Taissumani, July 9
World’s Fair Babies
I’ve written before about the 60 Inuit from Labrador who were taken to Chicago in 1892 to appear the following year at the World’s Columbian Exposition, commonly known as the Chicago World’s Fair.
Some of the Inuit women were pregnant when they left Labrador. On November 1, the first Inuit baby was born in Chicago to Susan, the wife of Simon Manak. This was the fifth child born to the couple.
Because this was the World’s Columbian Exposition, the promoters of the fair prevailed on the couple to name their child Columbia, even though one of the fair’s directors lamented the fact that an American child could not have had the honour of being first to be born within the fair grounds.
In fact, her parents named her Columbia Susan. Unfortunately, she died less than a week later.
So the first Inuit birth at the fair necessitated the first funeral a week later. One of the Inuit made the tiny casket. A local Episcopal clergyman performed the burial service, assisted by an Inuk described as “their own village minister, a Moravian.”
The Inuit conducted the service as closely as possible to the way it would have been conducted in Labrador. They sang hymns and read scripture passages from the Moravian translations of the Bible.
“It was, indeed, a strange scene for Chicago,” the press reported, “a circle of sixty Eskimos clad in sealskin chanting a song of farewell to one of their people, who had been born and was now dead and to be buried far from their northern home, there among a cluster of skin tents, with the white palaces of the World’s Fair rising for a background.”
Only two days after Columbia Susan’s birth another girl was born. Her parents were Kupah and Kuttukitok from the farthest northern part of Labrador. The newspapers noted that the new baby’s parents were of “a heathen ancestry that has neither religion nor family name.”
One paper went so far as to call them “the most absolute of heathens.” The parents named the child Kotuktooka, which the newspapers claimed meant “the stutterer.”
Of course the fair’s organizers also took a hand in her naming. One report indicates that they expected to name her Columbia. The name Columbia was, of course, available, since the unfortunate death of Columbia Susan.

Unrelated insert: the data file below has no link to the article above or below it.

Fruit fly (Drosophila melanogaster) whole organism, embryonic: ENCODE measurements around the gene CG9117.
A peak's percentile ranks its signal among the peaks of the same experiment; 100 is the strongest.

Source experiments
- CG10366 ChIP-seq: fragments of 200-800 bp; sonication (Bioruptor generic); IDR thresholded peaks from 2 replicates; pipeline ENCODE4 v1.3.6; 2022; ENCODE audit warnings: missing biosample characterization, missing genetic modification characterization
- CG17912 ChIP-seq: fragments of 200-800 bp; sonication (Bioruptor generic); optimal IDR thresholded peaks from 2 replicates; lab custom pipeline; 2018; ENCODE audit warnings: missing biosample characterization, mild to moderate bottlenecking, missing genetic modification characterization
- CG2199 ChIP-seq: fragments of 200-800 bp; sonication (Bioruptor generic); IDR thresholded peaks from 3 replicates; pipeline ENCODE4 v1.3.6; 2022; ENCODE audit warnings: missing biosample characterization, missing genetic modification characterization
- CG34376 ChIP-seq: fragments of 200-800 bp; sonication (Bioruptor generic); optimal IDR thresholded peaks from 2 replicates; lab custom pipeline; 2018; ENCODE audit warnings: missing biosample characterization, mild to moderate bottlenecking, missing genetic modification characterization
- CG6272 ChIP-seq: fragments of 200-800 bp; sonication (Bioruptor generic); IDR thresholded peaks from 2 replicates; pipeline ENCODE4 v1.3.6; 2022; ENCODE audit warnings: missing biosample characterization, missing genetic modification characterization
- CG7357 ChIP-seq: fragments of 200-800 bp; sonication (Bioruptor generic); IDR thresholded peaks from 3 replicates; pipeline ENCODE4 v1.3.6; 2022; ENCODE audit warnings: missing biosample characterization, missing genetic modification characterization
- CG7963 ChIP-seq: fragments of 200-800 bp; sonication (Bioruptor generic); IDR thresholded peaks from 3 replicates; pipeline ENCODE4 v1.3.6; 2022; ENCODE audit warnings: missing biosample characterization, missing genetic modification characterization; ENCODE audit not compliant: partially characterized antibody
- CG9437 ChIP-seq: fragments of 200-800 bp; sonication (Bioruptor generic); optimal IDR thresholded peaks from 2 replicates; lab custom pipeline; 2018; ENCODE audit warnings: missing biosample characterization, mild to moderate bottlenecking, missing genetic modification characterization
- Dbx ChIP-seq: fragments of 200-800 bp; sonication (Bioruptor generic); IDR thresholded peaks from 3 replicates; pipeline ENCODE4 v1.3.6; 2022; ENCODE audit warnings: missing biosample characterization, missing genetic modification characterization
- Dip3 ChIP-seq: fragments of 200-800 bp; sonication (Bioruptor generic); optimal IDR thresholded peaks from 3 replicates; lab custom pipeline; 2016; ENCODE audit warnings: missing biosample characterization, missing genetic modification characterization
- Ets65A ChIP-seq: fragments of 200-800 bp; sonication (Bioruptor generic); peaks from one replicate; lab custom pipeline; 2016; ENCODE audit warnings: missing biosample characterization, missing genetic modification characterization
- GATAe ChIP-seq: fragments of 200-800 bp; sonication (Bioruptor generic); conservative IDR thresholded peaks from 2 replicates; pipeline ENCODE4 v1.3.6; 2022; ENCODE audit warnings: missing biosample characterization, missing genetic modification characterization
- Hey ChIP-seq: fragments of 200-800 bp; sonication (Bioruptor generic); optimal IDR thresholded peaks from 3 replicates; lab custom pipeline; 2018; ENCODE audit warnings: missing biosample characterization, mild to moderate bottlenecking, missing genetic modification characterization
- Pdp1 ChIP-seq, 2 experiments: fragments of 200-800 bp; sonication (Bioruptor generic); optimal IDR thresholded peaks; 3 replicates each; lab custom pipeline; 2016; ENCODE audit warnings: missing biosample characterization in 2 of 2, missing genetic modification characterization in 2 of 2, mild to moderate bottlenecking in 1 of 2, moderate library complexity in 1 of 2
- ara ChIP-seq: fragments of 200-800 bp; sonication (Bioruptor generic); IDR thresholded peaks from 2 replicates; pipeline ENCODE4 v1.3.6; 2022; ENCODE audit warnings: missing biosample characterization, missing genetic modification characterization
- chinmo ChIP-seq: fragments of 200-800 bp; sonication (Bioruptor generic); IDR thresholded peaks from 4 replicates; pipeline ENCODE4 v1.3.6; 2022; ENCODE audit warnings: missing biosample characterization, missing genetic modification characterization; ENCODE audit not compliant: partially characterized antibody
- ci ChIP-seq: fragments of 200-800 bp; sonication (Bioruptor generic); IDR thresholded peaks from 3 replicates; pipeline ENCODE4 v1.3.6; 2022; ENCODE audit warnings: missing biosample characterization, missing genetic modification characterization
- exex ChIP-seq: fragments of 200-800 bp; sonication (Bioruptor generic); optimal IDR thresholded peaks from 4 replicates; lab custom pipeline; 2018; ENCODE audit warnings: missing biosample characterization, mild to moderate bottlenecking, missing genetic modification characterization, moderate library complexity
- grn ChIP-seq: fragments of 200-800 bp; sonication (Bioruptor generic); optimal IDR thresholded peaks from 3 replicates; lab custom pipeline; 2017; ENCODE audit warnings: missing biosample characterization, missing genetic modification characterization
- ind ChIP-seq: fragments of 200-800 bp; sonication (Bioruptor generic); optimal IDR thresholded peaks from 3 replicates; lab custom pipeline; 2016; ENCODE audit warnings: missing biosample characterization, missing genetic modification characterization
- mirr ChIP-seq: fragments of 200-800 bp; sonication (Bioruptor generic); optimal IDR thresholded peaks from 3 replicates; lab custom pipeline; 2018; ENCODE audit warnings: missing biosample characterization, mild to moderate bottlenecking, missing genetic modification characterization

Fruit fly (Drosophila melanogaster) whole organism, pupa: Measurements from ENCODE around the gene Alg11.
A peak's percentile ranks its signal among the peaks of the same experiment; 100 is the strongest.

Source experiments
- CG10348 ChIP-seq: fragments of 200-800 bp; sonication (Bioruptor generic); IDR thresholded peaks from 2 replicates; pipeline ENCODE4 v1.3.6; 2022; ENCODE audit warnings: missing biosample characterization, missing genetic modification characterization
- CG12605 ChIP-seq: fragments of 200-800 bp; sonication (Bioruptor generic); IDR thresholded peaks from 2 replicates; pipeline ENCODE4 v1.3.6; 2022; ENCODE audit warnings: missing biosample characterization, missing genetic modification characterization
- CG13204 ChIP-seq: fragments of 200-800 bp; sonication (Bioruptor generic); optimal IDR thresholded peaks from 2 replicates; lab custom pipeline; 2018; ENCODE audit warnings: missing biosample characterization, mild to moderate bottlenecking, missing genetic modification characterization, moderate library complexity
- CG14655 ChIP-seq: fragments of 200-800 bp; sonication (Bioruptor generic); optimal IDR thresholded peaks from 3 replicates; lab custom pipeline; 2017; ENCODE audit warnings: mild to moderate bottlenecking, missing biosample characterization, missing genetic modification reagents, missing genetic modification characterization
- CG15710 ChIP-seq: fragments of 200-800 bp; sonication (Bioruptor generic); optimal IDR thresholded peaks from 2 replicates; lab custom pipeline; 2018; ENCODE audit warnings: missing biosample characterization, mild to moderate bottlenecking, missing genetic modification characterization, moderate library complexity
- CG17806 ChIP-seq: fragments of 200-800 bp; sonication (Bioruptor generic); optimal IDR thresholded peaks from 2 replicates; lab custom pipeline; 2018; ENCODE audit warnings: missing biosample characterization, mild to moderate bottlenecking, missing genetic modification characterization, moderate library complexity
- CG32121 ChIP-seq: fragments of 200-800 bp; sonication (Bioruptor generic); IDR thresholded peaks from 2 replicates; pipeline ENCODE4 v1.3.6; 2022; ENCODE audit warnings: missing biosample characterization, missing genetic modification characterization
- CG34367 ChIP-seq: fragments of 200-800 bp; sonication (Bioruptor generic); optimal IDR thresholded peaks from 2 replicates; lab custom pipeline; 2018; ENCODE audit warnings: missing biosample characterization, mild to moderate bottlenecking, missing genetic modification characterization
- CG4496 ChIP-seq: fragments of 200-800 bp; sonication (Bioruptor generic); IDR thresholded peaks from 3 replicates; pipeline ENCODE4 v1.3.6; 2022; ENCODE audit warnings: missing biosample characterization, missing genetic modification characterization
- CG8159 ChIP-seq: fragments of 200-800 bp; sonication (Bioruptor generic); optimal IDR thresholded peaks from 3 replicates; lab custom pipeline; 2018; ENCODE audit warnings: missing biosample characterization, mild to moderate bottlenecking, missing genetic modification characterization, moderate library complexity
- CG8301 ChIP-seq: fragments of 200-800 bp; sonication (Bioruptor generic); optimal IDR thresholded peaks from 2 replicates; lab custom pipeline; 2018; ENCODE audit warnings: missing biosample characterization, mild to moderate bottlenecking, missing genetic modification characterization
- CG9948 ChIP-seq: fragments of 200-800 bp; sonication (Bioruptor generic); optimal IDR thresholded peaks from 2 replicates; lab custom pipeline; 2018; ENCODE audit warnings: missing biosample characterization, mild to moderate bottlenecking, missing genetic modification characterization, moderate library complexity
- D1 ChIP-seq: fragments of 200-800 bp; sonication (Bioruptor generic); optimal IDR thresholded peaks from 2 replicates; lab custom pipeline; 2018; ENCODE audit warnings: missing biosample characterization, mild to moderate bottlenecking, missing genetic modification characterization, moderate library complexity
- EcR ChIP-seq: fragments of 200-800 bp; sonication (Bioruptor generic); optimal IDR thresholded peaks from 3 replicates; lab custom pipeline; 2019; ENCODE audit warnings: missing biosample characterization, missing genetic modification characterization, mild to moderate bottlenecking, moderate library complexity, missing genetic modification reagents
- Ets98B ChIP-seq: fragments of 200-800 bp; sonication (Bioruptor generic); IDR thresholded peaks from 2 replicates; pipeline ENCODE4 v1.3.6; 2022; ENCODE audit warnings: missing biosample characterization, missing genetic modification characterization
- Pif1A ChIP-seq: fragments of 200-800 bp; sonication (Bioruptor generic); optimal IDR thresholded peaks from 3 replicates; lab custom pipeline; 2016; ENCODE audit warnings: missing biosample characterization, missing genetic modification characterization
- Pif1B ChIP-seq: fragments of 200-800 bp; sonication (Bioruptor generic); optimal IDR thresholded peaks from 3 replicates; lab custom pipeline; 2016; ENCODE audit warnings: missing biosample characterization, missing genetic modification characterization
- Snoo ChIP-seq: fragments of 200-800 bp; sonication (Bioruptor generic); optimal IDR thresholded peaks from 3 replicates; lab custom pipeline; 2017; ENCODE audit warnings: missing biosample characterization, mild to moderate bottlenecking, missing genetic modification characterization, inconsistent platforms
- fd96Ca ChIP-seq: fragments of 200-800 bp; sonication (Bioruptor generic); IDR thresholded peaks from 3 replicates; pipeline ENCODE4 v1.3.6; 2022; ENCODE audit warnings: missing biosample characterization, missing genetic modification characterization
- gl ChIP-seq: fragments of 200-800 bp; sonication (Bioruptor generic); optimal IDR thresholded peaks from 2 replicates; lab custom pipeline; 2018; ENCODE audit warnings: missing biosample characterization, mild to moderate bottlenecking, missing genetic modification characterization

But for some reason fair officials did not follow through with their intention. Perhaps they were hesitant to bestow such a prominent name on a heathen child. Instead they named her Evelina, after the ship which had brought her parents to America.
By the end of that same month, a third baby was born, this time a boy. It’s not known what name his parents gave him, but the fact that he was male gave the promoters an opportunity to evoke the name of Columbus once again.
They called him Christopher Columbus Tooktoosina! We don’t know who his parents were because the only person on the ship’s list of Inuit going to the fair, with the surname Tooktoosina, was a 17-year-old unmarried man named Abraham. But he may have been the son of Jonas and Susan Palliser from the Rigolet area.
The birth of each of these children was written up in the American newspapers in 1892, and the press made much of these children, mourning the death of little Columbia Susan, celebrating the birth of a boy named after Christopher Columbus, and lamenting the heathen lineage of Kotuktooka.
But the most famous Inuit baby of all was yet to be born. When the Evalina left Labrador, three of its passengers were a man named Abile, his wife, Helena, and Esther Enutseak, their daughter. Esther was only fifteen, unmarried, but pregnant.
On Jan. 16, 1893 she gave birth to a daughter. Once again, fair officials had a hand in her naming.
She was given the unwieldy name Nancy Helena Columbia Palmer. Nancy was said to be chosen after Abraham Lincoln’s mother, although it was a common name in Labrador at the time, and it may just as easily have been the name that Esther herself chose for the baby. Helena was for her grandmother. Columbia by now needs no explanation.
And Palmer? Mrs. Bertha Honore Palmer, usually known as Mrs. Potter Palmer, was the wife of a prominent Exposition official, a real estate tycoon and hotelier.
She herself was President of the fair’s Board of Lady Managers. She took an interest in the child, became her godmother and gave her her name. She is the young woman that I have written about before, who went on to become the most famous Inuk of her time — Nancy Columbia.
Taissumani recounts a specific event of historic interest. Kenn Harper is a historian, writer and linguist who lives in Iqaluit. Feedback? Send your comments and questions to firstname.lastname@example.org.